Activists and some members of public have expressed mixed feelings ahead of next year’s elections
An exiled activist, Peter Biar Ajak says South Sudanese never had the chance to elect their own leaders, and the country needs to go for credible elections.
Biar’s call comes two days after the EU ambassador to South Sudan, Christian Bader said he was not convinced the country is ready to hold elections next year.
Diplomat Bader cited lack of civic space, freedom of expression and infrastructural development, among others
But Biar says election is the only way to end what he calls ‘bleeding and looting in the country.
The September 2018 peace deal obligates the unity government to hold elections three months before the end of the transitional period to establish a democratically elected government.
In November last year, President Salva Kiir told the country that the much-anticipated general elections would take place as planned.
This is despite delays in the implementation of some key tasks such as the unification of forces, repatriation of refugees and the conduct of population census.
In an interview with the Kenyan Television, KTN Monday, Peter Biar appealed to the AU and UN to safeguard a credible election in 2023.
“We are asking the African Union and the United Nations to ensure that the elections that will be held in South Sudan next year are free, fair and credible,” Biar said.
“We want to be able to elect our own leaders. We never had that chance and we have been talking about it, our country is bleeding.”
For his part, Edmond Yakani, Executive Director of the Community for Progress organizations says there is no conducive environment for free and fair elections.
He called on the unity government to first assess the general condition in the country before elections.
“We are not against the election but our statement is to assess the current situation, is it favorable for elections, where a state like Jonglei is flooded, its citizens are displaced in Jonglei and moved to Eastern Equatoria,” Yakani said.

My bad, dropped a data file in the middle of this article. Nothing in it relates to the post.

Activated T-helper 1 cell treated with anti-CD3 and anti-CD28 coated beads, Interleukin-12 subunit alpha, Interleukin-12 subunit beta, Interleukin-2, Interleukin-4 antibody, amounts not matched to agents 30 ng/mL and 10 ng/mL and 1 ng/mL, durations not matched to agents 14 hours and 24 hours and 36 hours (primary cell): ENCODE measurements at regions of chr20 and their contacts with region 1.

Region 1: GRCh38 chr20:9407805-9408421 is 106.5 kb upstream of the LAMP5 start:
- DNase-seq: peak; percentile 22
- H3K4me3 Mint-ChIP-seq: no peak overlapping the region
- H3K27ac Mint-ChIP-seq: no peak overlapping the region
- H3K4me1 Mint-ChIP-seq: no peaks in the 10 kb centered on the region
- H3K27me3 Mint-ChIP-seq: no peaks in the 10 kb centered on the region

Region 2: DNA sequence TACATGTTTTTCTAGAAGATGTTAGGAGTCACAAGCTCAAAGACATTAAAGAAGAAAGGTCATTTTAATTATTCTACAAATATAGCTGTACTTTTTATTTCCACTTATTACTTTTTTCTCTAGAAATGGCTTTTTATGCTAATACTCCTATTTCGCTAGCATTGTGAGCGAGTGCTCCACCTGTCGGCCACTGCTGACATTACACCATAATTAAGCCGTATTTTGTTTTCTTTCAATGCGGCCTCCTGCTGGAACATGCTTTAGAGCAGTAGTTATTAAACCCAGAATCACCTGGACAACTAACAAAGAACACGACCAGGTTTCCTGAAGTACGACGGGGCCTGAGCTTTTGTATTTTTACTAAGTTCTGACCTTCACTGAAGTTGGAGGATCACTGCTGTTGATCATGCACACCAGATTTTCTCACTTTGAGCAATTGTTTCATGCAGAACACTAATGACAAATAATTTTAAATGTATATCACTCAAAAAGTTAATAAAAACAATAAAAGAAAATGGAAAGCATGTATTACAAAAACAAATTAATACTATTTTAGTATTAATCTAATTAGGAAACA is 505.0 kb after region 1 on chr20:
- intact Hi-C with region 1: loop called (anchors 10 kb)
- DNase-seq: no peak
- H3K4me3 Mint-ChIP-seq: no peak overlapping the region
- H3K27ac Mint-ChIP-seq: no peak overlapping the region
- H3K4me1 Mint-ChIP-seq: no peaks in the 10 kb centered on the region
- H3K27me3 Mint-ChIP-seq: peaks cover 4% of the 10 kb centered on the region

“Who are going to be the voters in those constituencies that are flooded in the seven states? How are you going to manage them?
“I am calling upon the leaders of the country to urgently sit and assess the situation and manage decisions.
“Viability of credible elections is not going to be there unless we are going for policing elections or elections where we can use tribal confirmation that X is now our MP.
“The context and infrastructure is really challenging us in conducting elections.”
Meanwhile, some members of the public have expressed the same concern raised by the EU Ambassador concerns on the move to hold elections next year.
They attributed this to failure by the peace parties to implement most of the provisions in the revitalized peace agreement, especially the security arrangement.
A resident at Protection of Civilians Side in Juba, who identifies himself as Gatkuoth, told Eye Radio that lack of freedom of expression in the country remains a challenge to conduct credible elections.
“I am seeing everything he [EU Ambassador] says is true because whatever the agreement was all about has not come to place. Like the graduation of the unification forces,” Gatkuoth said.
“People are really being restricted from their views being heard. That is what sparked the protests in Jonglei.
“The EU should give more pressure than what it is doing now so that peace should come. The agreement is still lacking a lot of elements and for that, I also doubt the possibility of elections.”
A resident of Juba, James Duor told Eye Radio that elections may not take place since the peace agreement is not fully implemented.
“I see that the elections cannot be conducted on time, because the agreement is not yet implemented fully such as the graduation of the unified forces, some of the peace elements have not reached the states,” Duor said.
“Many people talk about elections and say that the elections cannot be conducted, so the government and the opposition parties should graduate the forces so that there will be security in the Capital as well as in the states.”
A resident of Aweil, Sibu Kida – not his real name, told Eye Radio that elections will not take place because most of the provisions in the peace agreement have not yet been implemented.
“According to my opinion about the elections, it seems the elections will not be conducted except that we extend the transitional period because we are left with about ten months to the end of Transitional period,” a resident in Aweil said.
“There is not enough time for the unified forces to be graduated and deployed and the security arrangements have not yet completed.
“The census has not yet been done and there is no arrangement for it, and the census can’t be conducted within the remaining tenth months.”
South Sudan has never held a general election since its independence in 2011.
The first general election was scheduled to take place on the 9th of July 2015.
However, the country descended into years of civil war, prompting the parliament to extend the presidential term until July 2018.
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